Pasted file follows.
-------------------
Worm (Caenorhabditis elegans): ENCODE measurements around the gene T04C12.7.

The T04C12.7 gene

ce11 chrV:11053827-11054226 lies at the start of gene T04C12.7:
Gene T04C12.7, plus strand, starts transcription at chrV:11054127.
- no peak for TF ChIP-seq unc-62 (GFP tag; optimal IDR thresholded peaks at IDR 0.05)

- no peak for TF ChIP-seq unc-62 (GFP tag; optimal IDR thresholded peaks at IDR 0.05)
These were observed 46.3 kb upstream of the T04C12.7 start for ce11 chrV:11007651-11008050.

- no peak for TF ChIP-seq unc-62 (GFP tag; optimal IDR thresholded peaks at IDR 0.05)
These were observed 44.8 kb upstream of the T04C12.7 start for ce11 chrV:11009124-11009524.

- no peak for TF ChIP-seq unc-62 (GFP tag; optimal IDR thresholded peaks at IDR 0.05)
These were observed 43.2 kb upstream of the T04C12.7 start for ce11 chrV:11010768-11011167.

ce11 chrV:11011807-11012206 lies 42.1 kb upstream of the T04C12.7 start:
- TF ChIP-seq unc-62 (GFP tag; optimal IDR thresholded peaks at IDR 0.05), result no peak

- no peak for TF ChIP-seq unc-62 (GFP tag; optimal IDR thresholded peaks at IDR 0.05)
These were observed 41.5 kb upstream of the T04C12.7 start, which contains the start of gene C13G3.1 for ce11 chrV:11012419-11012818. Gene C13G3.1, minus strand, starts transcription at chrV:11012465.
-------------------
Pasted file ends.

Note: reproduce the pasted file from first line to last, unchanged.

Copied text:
Worm (Caenorhabditis elegans): ENCODE measurements around the gene T04C12.7.

The T04C12.7 gene

ce11 chrV:11053827-11054226 lies at the start of gene T04C12.7:
Gene T04C12.7, plus strand, starts transcription at chrV:11054127.
- no peak for TF ChIP-seq unc-62 (GFP tag; optimal IDR thresholded peaks at IDR 0.05)

- no peak for TF ChIP-seq unc-62 (GFP tag; optimal IDR thresholded peaks at IDR 0.05)
These were observed 46.3 kb upstream of the T04C12.7 start for ce11 chrV:11007651-11008050.

- no peak for TF ChIP-seq unc-62 (GFP tag; optimal IDR thresholded peaks at IDR 0.05)
These were observed 44.8 kb upstream of the T04C12.7 start for ce11 chrV:11009124-11009524.

- no peak for TF ChIP-seq unc-62 (GFP tag; optimal IDR thresholded peaks at IDR 0.05)
These were observed 43.2 kb upstream of the T04C12.7 start for ce11 chrV:11010768-11011167.

ce11 chrV:11011807-11012206 lies 42.1 kb upstream of the T04C12.7 start:
- TF ChIP-seq unc-62 (GFP tag; optimal IDR thresholded peaks at IDR 0.05), result no peak

- no peak for TF ChIP-seq unc-62 (GFP tag; optimal IDR thresholded peaks at IDR 0.05)
These were observed 41.5 kb upstream of the T04C12.7 start, which contains the start of gene C13G3.1 for ce11 chrV:11012419-11012818. Gene C13G3.1, minus strand, starts transcription at chrV:11012465.